Capstone research projects provide an exciting opportunity for students to put classroom learning into practice—and sometimes even publish their work. These senior projects are the culmination of the undergraduate experience here at SAFS.
Emily McFarland (BS 2020) published her capstone, “A new species of Chromis damselfish from the tropical western Atlantic (Teleostei, Pomacentridae),” this past December. The new species—Chromis vanbebberae —was revealed through phylogenetic analyses to be distinct from Chromis enchrysurus, commonly known as the Yellowtail Reeffish.
Emily recalls during her first tour of the UW Fish Collection as a freshman, it was mentioned that students sometimes get the opportunity to describe new species.
“I became fixated on that idea in addition to working in the fish collection lab in general,” she said. “I started working with Dr. Luke Tornabene in the spring of that same year while taking FISH 311 (Biology of Fishes), helping with the molecular work for dwarf goby phylogeny research.”
Looking to get an early start on her capstone, in her junior year, she discussed the possibility of describing a new species with Luke. He pointed her in the direction of a suspected new species of damselfish that had been observed on expeditions in the Caribbean as part of the Smithsonian’s Deep Reef Observation Project. It was the perfect opportunity to apply her growing knowledge in systematics, phylogeny, and taxonomy.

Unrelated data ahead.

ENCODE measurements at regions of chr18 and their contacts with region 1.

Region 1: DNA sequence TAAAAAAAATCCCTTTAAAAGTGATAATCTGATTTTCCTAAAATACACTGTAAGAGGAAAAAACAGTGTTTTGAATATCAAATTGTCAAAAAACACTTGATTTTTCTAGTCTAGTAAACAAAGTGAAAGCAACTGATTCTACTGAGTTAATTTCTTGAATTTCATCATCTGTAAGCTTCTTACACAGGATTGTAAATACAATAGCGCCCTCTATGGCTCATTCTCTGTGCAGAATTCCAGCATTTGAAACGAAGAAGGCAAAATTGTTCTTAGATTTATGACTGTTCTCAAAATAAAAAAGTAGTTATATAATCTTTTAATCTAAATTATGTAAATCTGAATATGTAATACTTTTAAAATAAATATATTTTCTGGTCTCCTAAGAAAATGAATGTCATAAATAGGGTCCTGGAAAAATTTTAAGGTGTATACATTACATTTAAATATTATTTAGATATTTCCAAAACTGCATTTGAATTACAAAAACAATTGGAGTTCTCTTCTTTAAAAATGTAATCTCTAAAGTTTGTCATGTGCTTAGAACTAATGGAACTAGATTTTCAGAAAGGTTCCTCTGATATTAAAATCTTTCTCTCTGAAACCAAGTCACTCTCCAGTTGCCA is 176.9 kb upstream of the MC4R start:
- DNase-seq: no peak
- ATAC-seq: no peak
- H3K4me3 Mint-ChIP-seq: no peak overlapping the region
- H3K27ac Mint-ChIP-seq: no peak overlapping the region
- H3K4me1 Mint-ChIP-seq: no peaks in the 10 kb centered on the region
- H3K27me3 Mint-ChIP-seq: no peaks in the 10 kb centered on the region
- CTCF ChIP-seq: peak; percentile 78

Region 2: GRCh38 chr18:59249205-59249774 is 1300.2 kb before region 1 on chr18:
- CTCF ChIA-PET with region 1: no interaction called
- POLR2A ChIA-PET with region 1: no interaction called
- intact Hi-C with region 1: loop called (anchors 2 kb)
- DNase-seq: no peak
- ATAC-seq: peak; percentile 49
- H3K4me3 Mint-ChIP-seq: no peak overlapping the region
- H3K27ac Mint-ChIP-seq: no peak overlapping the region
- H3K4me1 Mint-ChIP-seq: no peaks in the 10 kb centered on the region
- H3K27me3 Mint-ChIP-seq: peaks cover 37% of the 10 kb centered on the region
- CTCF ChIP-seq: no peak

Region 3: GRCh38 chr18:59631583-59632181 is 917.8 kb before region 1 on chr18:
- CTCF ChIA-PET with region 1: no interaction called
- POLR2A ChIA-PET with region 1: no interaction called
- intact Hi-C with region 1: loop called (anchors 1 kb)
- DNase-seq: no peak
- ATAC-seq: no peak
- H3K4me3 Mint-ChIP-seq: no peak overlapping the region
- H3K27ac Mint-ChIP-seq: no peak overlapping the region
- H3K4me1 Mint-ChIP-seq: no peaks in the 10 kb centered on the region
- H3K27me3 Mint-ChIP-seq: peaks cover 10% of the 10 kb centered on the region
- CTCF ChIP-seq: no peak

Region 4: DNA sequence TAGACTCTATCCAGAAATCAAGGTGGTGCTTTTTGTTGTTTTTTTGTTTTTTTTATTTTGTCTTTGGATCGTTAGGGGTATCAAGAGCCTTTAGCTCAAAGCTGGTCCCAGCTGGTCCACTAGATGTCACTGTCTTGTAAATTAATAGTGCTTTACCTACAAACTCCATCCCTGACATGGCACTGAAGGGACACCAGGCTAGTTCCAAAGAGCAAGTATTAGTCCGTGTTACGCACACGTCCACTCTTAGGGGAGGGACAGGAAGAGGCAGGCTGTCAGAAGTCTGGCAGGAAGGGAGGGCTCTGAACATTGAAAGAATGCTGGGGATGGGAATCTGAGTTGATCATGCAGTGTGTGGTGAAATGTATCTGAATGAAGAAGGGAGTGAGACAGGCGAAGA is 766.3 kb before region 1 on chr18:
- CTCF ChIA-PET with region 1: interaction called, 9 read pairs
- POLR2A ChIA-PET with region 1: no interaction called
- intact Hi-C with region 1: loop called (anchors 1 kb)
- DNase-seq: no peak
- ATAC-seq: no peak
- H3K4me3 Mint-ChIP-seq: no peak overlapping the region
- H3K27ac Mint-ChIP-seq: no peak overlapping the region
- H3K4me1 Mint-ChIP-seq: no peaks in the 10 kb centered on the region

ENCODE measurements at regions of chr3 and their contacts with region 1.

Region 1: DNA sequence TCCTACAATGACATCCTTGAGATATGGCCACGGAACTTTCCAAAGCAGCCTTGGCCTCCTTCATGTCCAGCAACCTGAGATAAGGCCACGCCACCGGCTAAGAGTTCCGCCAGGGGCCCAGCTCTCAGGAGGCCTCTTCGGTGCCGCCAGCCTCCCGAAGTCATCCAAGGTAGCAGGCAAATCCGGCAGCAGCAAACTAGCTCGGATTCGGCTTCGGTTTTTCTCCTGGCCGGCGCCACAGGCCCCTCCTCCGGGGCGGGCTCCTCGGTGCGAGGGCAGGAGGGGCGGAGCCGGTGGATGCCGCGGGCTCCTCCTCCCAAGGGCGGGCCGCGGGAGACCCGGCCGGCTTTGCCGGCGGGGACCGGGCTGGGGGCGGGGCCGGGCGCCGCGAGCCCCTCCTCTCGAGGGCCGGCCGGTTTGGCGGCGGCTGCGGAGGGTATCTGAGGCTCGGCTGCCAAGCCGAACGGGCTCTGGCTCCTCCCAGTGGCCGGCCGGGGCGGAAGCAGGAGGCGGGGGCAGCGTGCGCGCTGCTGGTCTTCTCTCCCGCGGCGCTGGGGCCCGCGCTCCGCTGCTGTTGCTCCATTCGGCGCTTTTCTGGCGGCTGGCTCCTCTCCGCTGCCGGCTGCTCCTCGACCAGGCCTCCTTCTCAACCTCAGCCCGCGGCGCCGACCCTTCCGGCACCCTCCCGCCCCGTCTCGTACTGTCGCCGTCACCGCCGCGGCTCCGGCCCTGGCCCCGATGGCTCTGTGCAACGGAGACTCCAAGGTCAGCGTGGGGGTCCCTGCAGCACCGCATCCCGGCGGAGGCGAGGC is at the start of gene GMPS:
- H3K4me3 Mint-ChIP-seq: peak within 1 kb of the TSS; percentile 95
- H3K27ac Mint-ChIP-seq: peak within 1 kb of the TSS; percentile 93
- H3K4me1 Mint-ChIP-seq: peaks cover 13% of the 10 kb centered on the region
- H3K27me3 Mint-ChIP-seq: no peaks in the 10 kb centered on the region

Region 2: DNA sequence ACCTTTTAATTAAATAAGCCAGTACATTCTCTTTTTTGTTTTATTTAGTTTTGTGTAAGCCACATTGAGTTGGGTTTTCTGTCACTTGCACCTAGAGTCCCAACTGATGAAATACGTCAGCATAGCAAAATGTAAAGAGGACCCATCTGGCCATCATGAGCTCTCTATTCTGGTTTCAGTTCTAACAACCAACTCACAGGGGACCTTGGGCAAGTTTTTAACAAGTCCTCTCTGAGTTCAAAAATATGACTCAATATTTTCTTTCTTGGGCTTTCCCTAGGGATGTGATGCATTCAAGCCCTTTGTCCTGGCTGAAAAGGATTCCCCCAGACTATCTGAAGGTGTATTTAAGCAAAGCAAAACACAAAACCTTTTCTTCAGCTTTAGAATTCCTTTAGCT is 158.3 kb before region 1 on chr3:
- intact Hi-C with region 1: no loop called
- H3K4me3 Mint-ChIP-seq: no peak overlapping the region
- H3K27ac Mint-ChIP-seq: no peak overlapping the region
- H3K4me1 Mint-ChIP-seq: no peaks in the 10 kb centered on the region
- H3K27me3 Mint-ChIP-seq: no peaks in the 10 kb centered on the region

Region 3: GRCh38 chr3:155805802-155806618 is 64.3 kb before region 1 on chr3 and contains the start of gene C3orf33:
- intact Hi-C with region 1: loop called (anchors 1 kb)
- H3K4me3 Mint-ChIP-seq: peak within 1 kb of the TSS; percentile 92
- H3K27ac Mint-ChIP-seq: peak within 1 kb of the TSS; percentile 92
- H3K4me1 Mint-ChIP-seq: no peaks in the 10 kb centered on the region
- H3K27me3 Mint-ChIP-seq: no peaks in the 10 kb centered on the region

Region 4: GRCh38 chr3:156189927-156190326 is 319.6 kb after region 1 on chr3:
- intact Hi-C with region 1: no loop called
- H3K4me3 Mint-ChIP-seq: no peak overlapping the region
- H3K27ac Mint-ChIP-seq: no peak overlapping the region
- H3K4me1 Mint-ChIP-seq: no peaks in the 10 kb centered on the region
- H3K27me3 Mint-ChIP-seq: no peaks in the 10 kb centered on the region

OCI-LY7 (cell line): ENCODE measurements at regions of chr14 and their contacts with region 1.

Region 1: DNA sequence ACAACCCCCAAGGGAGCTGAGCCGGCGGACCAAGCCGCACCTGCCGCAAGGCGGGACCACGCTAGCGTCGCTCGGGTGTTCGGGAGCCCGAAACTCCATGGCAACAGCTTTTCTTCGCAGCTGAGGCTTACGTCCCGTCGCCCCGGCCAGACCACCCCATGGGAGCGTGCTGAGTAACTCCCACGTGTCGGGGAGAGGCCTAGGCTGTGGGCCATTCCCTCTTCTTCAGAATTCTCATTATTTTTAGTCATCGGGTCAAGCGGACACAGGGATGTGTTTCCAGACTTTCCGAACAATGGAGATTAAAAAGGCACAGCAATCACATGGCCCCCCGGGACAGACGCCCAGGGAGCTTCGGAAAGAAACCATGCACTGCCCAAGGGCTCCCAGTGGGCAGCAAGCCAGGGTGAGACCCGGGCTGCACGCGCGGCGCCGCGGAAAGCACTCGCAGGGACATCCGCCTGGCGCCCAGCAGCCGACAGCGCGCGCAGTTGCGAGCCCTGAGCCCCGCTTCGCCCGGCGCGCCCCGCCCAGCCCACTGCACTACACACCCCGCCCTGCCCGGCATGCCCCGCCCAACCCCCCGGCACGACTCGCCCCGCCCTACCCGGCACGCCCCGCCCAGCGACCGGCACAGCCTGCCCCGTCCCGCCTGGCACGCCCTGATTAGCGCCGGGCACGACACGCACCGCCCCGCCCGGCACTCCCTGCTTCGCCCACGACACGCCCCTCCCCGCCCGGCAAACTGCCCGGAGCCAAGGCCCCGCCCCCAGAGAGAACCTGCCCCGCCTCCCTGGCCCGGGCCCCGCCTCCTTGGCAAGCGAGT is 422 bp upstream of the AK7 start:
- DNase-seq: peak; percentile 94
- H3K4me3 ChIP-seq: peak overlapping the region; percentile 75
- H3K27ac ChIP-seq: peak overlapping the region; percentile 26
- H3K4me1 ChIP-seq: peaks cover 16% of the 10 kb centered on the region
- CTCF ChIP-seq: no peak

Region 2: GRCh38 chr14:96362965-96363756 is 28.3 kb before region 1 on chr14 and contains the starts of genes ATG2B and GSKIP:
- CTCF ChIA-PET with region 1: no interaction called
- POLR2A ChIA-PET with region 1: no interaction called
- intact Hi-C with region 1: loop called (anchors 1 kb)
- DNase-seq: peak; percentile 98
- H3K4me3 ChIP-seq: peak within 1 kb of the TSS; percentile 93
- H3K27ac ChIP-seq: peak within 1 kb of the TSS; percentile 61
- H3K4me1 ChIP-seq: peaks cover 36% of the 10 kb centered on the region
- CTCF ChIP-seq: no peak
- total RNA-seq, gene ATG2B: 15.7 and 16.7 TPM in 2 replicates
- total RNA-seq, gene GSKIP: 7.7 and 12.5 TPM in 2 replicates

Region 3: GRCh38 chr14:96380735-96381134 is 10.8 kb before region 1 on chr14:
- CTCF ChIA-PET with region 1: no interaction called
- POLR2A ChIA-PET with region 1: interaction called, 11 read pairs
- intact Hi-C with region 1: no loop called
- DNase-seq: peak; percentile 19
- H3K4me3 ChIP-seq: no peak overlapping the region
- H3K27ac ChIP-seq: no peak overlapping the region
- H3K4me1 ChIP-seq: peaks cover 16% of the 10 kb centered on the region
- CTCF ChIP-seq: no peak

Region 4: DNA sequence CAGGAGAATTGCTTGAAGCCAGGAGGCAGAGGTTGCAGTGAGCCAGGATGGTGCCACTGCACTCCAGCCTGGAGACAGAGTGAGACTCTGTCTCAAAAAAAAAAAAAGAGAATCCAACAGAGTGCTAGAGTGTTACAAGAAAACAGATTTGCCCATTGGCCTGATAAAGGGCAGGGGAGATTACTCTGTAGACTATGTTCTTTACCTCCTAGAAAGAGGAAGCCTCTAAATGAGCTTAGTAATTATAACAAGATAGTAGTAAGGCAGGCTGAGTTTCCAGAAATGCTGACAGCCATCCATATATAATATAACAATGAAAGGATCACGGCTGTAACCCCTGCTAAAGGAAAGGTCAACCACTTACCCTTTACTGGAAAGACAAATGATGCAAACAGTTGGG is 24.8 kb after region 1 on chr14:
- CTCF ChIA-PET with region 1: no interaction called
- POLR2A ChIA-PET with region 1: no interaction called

The damselfish Chromis enchrysurus was initially described in 1882. That description was later revised in 1982 to account for an observed color morph that possessed a white tail instead of a yellow tail. Emily’s study would definitively show that the white-tailed damselfish is actually its own distinct species.
In her paper, she writes, “the discovery of a new species within a conspicuous group, such as damselfishes, in a well-studied region of the world highlights the importance of deep-reef exploration in documenting undiscovered biodiversity.”